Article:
New legislation introduced by Senator Ron Wyden and Representative Earl Blumenauer, both Oregon Democrats, would take marijuana off the list of federally banned drugs, tax it at a rate similar to alcohol and tobacco, and end the threat of federal criminal penalties for businesses operating in states that allow the use of marijuana for recreational purposes. Democrats from marijuana legal states believe so many Americans have access to marijuana products that the federal government should start managing the industry.
Marijuana businesses would gain access to the regulated banking system under the legislation. Many banks currently are reluctant to open accounts for marijuana businesses because of fears that the federal government could seize the money. Another measure, introduced by Wyden and Senators Michael Bennett (D-Colo.) and Rand Paul (R-Ky.), would allow marijuana businesses to claim federal deductions and tax credits, ending what the senators called a tax penalty on those businesses.
Robert Capecchi, who oversees federal policy for the Marijuana Policy Project stated, “This is commonsense legislation that will eliminate the growing tension between federal and state marijuana laws. States are adopting laws designed to improve public safety by replacing the illegal marijuana market with a tightly regulated system of production and sales. The federal government should be working to facilitate that transition, not hinder it.”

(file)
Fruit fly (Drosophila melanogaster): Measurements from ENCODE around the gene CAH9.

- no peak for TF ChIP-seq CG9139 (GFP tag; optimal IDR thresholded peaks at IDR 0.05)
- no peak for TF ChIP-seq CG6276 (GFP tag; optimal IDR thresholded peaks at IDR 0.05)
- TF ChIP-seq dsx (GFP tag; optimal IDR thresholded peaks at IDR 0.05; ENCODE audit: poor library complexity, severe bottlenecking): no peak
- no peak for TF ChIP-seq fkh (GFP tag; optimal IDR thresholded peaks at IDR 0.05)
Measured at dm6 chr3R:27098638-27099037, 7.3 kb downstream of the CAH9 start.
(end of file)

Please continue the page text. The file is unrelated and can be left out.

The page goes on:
Anti-legalization supporters say the current balance between federal and state laws are unsustainable, and that marijuana use remains a danger to public health. Kevin Sabet, who runs Smart Approaches to Marijuana, a group that opposes legalization stated, “While we support federal laws against marijuana legalization, we don’t want to see folks locked up or given criminal records for smoking pot. While we don’t support an enforcement-centered war on drugs, we do support a targeted approach consistent with public health and social justice that stops the corporate interests driving Big Marijuana.”
Oregon is one of eight states where voters have approved ballot measures to legalize marijuana for recreational use. Those new laws put states in conflict with federal law, which still considers marijuana an illegal drug. The vast majority of Americans live in states where marijuana is legal for medical purposes. Until now, the Department of Justice (DOJ) has taken an arms-length approach to legal marijuana states. A DOJ memo issued under the Obama administration deprioritized prosecution of marijuana-related activity, effectively allowing the industry to operate in states where it is legal.
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